I have always admired Sherry’s Bead Dreams winning entry, Genie’s New Hangout. It’s an amazing little handbag that she created in 2003. The colors, shape and overall construction, have kept this project in my sights. As luck would have it, Sherry has allowed Ann Benson from Beads East to recreate the bag. I wasted no time in getting my order in for the Genie’s New Hangout Partial Kit.

Genie’s New Hangout Starter Kit

After about 15 years of beading, I have amassed a collection of beads that will sustain my hobby for years to come. I was able to use some of my precious treasures to put together my own Genie bag. Now the process begins. The colors and layout are printed onto the backing material and with the help of a very detailed key, I should be able to lay this out close to the original design. I did have to make a few substitutions but it shouldn’t alter the overall design too much.

No telling how long this will take, but I do have plans for a second one. With the annual Bead & Button Show coming up in a few weeks, I can shop like a rabid beader for new pieces to add to my collection. Afterall, you can never have too many pairs of shoes, handbags, or beads. I also need a place to carry my $100 bill…or maybe just a few singles, a bunch of Kleenex and a Chapstick.

It begins…about six hours of work.



The Inside World of Bead Camp

I get to participate in at least four bead camps or retreats every year, as well as attend a big bead show.  Ask any beader and they’ll say that just doesn’t seem like enough. We anticipate each event like it’s Christmas morning with planning, packing, and snack preparations.

This past weekend, I went to the 14th annual Funky Hannah’s Bead Camp in Racine, Wisconsin. Always held at the DeKoven Center along Lake Michigan, we check in on Friday and do our best not to leave, unless we need to make a pajama run for more beads. This particular April camp (there are three each year), we had 28 energetic campers.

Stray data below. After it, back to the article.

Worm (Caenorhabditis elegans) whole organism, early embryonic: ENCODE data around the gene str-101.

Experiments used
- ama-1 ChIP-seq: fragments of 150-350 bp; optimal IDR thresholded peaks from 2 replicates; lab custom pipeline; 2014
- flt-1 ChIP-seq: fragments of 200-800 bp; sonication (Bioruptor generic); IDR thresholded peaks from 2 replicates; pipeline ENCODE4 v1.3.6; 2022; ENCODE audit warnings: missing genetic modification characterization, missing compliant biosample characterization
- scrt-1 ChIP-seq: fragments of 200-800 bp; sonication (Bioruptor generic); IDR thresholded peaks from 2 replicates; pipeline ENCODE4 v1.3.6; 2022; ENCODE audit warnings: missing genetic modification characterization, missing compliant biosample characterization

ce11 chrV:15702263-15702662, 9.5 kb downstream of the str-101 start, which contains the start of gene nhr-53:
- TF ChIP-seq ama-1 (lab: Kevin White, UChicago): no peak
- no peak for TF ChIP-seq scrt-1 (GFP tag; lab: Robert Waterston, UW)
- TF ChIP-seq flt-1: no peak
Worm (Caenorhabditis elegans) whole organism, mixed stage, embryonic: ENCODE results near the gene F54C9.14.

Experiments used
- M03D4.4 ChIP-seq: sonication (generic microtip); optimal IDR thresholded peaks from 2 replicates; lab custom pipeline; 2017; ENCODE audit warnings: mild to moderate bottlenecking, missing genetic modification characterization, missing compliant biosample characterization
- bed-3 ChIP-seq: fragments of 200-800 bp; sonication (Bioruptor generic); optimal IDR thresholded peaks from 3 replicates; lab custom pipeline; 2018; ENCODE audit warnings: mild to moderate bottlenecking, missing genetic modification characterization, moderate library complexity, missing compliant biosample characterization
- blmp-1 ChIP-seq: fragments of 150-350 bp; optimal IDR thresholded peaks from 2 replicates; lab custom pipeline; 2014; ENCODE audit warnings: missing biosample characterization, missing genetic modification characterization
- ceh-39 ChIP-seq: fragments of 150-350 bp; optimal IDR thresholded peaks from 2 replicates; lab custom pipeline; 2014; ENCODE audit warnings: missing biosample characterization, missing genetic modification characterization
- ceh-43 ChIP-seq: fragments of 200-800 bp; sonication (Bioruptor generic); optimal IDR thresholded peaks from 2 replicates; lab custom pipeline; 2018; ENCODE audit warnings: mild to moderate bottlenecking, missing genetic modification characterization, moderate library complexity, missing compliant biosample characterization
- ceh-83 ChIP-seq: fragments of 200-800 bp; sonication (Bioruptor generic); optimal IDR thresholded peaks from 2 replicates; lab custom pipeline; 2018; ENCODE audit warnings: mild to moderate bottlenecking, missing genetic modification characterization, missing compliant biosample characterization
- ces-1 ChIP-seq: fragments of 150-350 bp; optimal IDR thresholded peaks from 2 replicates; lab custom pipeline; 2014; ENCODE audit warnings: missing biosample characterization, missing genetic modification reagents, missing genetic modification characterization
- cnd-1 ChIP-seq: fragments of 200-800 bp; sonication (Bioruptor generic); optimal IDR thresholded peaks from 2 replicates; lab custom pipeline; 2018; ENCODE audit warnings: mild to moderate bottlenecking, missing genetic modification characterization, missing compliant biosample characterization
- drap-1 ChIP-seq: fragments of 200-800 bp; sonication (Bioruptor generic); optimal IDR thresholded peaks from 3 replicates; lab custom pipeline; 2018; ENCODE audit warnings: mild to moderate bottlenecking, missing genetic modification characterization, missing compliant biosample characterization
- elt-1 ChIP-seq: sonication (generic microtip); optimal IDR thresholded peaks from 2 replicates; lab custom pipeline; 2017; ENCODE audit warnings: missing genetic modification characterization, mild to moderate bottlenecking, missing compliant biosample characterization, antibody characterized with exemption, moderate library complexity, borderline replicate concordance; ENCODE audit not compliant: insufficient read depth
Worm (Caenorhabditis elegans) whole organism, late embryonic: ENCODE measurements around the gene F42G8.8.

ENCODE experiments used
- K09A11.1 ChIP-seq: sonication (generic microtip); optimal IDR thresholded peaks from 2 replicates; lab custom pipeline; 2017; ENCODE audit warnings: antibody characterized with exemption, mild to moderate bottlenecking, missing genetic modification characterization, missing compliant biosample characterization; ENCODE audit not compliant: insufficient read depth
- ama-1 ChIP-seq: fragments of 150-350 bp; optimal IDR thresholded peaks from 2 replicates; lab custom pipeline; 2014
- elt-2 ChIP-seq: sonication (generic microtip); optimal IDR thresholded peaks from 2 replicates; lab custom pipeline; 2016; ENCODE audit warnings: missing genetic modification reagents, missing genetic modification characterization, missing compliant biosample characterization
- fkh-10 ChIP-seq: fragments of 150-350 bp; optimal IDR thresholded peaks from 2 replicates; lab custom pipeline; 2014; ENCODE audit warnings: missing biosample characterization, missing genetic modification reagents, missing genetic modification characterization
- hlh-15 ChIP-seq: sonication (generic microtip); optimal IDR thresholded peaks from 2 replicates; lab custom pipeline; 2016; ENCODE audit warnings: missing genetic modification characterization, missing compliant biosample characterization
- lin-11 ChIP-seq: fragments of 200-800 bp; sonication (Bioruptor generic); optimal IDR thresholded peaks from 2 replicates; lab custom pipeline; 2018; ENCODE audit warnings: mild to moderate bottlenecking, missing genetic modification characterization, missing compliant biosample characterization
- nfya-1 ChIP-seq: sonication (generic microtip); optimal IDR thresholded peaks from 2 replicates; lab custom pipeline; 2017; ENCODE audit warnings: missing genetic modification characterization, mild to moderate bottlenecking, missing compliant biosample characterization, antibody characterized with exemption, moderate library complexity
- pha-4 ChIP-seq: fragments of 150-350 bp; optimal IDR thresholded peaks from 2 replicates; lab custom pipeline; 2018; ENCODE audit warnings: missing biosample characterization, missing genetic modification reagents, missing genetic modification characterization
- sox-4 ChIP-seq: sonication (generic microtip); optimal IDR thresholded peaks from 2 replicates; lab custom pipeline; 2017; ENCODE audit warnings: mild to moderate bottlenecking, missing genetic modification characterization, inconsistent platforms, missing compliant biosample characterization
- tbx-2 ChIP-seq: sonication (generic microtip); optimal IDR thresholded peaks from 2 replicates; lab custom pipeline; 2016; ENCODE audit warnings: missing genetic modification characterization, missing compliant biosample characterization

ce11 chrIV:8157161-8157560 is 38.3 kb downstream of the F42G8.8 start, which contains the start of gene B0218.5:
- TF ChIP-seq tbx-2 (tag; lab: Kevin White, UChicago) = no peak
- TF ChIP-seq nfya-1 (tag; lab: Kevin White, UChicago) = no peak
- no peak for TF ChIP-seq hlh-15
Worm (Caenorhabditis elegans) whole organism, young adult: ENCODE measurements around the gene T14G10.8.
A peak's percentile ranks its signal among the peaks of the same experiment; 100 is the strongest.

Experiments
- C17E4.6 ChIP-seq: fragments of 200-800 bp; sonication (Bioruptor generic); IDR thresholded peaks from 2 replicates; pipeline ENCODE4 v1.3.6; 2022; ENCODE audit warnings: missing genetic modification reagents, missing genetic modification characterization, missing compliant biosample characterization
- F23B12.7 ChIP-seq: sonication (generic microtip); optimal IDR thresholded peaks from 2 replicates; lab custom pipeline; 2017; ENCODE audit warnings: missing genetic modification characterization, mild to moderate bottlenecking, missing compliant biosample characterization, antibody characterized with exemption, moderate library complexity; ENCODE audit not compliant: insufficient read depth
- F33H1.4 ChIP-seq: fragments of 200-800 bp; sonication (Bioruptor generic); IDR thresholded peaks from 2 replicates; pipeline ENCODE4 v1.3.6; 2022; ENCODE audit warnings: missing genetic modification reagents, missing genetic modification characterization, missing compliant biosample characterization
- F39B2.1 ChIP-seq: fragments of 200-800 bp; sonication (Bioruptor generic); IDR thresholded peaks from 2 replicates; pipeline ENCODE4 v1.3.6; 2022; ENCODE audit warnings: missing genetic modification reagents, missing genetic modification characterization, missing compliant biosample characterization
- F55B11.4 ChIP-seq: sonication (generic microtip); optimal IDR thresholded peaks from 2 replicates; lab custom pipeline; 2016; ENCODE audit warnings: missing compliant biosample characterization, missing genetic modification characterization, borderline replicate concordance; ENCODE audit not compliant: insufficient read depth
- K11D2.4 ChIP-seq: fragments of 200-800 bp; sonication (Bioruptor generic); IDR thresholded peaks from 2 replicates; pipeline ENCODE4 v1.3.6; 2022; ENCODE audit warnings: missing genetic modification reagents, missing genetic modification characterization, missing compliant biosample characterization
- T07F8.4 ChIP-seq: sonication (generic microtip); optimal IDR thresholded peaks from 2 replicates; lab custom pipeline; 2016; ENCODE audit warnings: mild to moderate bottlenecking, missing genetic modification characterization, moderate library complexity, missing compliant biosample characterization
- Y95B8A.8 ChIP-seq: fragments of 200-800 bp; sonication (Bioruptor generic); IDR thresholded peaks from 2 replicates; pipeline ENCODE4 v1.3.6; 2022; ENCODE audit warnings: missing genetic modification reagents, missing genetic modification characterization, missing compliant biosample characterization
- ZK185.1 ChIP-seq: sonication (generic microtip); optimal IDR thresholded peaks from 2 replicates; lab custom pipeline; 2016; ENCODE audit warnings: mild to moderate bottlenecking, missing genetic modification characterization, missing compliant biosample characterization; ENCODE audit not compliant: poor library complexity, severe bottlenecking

The building we stay in is Taylor Hall on the grounds of DeKoven. It was originally a boys school founded back in 1852 (insert joke about our age here). If you ask any regular campers, they say the building might be haunted but any specters seem to stay clear of this crazy crowd.We sleep, eat, and play in the same building. The food is great but we also have an embarrassing selection of snacks so we can “eat before we eat”.

Taylor Hall at the DeKoven Center – Racine, WI

We are proud of the fact we welcome back old friends and initiate new ones with the same zeal. We share ideas, skills, and more laughter than you can imagine. Some of us actually get something done.

Need your own bead gathering? Visit a local bead shop to see whats going on. If you’re really adventurous, get a group of like-minded beaders together and start your own party.

Visit these links for more info on our favorite Racine locations:
Favorite local bead shop —
Where some great glass cabs come from —
DeKoven Center —



Retreat Time & Bead Soup Premier

Bead Soup Bracelet

After months of anticipation and planning, I had the pleasure of teaching my Bead Soup Bracelet at the Loose Bead Society of Greater Milwaukee’s Bead Retreat.The retreat was booked solid this year and I think everyone had a great time. Thanks much to the planners and fellow members of the LBS for their efforts in making this event a success. We especially enjoyed our beading room with a view of the chilly harbor in Racine on Lake Michigan.

The harbor in Racine, WI on beautiful Lake Michigan. Our retreat room with a view! (photo by Denise Uttke)

While the alleged spring weather was iffy, it was a perfect opportunity to enjoy three solid days of beading, eating, shopping, and conversation. My class on Saturday was loads of fun. I had such a wonderful group of enthusiastic beaders of all levels. I can’t wait to see how the bracelets turn out.

I got the opportunity to share some tips on cuff construction.(photo by Carol Surges)

With the retreat behind me it’s time to start gearing up for the next Funky Hannah’s Bead Camp. This one is also held in Racine, WI at the very historic (allegedly haunted) DeKoven Center.

If you’d like more information on the Loose Bead Society of Greater Milwaukee or Funky Hannah’s and the bead camp check out these links: